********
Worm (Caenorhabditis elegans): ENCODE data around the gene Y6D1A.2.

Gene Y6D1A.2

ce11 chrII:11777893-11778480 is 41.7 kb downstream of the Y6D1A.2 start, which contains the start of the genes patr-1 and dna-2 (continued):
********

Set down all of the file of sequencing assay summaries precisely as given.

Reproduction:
Worm (Caenorhabditis elegans): ENCODE data around the gene Y6D1A.2.

Gene Y6D1A.2

ce11 chrII:11777893-11778480 is 41.7 kb downstream of the Y6D1A.2 start, which contains the start of the genes patr-1 and dna-2 (continued):